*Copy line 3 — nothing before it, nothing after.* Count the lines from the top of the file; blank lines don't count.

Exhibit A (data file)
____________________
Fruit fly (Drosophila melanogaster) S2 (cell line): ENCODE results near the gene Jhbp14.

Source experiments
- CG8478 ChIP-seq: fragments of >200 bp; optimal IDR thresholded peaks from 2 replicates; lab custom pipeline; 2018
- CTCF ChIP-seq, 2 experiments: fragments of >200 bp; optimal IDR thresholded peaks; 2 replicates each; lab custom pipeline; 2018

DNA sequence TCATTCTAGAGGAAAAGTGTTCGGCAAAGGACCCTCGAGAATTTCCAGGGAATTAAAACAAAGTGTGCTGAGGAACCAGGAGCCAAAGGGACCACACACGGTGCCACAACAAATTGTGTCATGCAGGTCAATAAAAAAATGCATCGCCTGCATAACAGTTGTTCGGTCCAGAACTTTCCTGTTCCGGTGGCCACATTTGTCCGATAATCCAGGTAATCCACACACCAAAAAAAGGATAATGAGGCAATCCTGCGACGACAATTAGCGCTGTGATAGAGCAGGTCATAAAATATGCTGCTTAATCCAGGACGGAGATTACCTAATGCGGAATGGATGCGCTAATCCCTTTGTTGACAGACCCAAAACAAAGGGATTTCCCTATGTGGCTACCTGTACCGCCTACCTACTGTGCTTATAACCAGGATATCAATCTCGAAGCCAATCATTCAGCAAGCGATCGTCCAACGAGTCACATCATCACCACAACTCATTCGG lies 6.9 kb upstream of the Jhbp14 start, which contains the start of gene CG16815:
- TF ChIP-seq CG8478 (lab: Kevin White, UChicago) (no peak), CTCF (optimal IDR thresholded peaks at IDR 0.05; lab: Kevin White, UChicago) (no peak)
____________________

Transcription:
- CG8478 ChIP-seq: fragments of >200 bp; optimal IDR thresholded peaks from 2 replicates; lab custom pipeline; 2018